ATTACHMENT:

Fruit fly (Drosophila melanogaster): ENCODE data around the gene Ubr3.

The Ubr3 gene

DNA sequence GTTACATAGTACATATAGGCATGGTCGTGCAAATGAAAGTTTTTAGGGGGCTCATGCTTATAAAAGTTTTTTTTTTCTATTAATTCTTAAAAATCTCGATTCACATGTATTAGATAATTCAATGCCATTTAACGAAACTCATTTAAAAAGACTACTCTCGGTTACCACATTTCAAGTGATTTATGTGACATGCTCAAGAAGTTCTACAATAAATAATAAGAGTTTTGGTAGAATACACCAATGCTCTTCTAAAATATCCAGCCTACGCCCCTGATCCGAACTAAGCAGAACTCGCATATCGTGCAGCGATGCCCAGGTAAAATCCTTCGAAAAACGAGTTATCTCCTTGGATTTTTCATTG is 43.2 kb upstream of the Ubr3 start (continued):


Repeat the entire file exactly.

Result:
Fruit fly (Drosophila melanogaster): ENCODE data around the gene Ubr3.

The Ubr3 gene

DNA sequence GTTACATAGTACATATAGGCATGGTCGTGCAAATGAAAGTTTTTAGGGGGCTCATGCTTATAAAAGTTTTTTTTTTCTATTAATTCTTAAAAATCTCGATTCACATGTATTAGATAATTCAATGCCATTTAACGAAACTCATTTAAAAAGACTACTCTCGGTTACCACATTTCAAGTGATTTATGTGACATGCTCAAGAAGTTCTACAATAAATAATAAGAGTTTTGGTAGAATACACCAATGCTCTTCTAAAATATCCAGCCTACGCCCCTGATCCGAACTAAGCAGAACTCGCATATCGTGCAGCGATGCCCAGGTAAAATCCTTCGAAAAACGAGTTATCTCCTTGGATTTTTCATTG is 43.2 kb upstream of the Ubr3 start (continued):